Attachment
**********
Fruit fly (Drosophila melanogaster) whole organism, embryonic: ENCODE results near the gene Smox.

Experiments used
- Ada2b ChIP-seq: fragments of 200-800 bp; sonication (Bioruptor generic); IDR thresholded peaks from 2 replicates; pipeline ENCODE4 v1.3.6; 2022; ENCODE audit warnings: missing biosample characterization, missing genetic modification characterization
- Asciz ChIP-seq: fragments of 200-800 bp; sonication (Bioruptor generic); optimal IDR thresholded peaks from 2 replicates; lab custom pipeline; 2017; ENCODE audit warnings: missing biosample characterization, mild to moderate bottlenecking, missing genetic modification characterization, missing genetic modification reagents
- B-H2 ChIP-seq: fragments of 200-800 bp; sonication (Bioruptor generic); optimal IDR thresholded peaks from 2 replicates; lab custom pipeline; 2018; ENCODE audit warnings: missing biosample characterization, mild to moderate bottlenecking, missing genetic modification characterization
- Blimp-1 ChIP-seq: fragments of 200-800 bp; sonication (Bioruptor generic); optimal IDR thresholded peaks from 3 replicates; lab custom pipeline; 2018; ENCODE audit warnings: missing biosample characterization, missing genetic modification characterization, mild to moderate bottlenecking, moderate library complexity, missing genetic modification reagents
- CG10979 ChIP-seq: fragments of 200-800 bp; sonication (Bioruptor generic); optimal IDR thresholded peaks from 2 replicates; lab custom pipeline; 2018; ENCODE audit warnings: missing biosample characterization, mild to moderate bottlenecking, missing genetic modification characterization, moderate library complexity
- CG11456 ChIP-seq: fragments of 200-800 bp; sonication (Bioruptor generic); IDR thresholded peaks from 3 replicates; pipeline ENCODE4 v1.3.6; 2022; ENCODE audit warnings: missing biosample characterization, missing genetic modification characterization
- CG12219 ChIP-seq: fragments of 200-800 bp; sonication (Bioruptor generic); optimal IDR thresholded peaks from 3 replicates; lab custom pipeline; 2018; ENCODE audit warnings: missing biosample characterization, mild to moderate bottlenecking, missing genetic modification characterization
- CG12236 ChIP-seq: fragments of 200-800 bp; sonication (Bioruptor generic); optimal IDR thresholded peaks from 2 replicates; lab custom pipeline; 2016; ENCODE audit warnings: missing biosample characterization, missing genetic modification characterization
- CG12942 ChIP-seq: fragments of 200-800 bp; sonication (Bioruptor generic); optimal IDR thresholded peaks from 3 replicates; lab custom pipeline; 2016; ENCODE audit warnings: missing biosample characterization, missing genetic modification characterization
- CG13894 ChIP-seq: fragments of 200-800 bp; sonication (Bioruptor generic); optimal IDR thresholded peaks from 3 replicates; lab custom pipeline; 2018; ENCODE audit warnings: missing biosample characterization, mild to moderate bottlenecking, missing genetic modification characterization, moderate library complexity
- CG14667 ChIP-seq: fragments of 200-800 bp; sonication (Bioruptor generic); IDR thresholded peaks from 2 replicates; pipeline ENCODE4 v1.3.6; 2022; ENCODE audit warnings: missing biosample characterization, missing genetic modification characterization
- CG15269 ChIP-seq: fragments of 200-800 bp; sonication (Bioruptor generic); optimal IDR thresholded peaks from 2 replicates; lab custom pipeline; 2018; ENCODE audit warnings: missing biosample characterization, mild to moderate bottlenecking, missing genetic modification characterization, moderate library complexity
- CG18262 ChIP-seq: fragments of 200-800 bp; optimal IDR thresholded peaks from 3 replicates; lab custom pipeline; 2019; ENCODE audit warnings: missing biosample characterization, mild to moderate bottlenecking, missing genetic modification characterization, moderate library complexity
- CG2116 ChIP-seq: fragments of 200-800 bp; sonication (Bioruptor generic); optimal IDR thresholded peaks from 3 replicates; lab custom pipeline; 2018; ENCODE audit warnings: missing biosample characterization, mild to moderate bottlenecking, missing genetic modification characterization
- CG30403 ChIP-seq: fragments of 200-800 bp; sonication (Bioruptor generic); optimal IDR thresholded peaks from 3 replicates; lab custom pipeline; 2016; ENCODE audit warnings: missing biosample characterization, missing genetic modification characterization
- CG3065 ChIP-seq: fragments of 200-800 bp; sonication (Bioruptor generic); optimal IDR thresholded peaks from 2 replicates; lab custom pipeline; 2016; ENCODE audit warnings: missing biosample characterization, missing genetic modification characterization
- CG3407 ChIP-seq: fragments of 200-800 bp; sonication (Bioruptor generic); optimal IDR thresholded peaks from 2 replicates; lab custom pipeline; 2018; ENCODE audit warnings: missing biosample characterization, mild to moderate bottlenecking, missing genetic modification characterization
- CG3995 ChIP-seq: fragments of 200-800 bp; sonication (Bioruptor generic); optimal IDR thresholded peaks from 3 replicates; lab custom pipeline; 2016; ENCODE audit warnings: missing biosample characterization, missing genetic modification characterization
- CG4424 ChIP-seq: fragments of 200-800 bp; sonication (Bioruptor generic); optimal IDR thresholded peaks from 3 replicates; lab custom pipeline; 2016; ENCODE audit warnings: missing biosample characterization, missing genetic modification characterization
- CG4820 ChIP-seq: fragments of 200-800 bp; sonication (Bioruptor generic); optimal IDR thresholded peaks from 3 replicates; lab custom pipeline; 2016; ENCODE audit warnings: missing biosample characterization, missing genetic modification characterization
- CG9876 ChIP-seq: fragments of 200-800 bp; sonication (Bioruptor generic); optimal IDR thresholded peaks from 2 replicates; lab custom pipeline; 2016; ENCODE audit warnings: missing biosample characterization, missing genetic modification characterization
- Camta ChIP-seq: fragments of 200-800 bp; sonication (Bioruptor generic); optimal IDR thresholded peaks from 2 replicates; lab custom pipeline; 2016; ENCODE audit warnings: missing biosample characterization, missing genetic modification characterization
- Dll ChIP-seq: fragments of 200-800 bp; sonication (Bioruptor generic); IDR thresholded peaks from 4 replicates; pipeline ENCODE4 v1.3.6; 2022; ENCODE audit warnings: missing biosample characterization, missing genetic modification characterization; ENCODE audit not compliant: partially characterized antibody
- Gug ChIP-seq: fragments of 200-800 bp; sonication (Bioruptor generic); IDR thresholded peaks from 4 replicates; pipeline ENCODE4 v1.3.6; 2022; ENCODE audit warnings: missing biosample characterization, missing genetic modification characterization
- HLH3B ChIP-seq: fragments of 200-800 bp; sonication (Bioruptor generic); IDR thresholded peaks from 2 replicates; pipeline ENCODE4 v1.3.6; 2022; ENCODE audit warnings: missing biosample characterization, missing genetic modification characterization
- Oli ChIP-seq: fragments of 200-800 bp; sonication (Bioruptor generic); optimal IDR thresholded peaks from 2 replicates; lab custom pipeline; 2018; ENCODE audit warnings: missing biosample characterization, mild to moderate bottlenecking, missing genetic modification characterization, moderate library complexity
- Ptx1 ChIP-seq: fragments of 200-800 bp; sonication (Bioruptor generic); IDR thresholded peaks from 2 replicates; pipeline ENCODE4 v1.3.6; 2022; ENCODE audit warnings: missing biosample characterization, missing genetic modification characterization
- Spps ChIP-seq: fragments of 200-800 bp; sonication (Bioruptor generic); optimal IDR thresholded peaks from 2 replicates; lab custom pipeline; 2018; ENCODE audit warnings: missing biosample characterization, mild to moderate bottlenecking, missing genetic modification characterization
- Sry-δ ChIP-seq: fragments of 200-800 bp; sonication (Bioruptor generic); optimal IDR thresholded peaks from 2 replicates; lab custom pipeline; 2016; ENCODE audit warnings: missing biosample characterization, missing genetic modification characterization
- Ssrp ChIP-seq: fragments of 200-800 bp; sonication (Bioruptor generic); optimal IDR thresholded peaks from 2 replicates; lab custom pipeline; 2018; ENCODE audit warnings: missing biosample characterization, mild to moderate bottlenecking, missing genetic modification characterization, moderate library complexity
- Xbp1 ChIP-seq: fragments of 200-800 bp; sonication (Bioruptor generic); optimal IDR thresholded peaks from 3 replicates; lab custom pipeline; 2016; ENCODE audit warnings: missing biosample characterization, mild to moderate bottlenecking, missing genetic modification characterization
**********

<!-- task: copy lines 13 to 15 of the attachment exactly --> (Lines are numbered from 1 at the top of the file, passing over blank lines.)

- CG14667 ChIP-seq: fragments of 200-800 bp; sonication (Bioruptor generic); IDR thresholded peaks from 2 replicates; pipeline ENCODE4 v1.3.6; 2022; ENCODE audit warnings: missing biosample characterization, missing genetic modification characterization
- CG15269 ChIP-seq: fragments of 200-800 bp; sonication (Bioruptor generic); optimal IDR thresholded peaks from 2 replicates; lab custom pipeline; 2018; ENCODE audit warnings: missing biosample characterization, mild to moderate bottlenecking, missing genetic modification characterization, moderate library complexity
- CG18262 ChIP-seq: fragments of 200-800 bp; optimal IDR thresholded peaks from 3 replicates; lab custom pipeline; 2019; ENCODE audit warnings: missing biosample characterization, mild to moderate bottlenecking, missing genetic modification characterization, moderate library complexity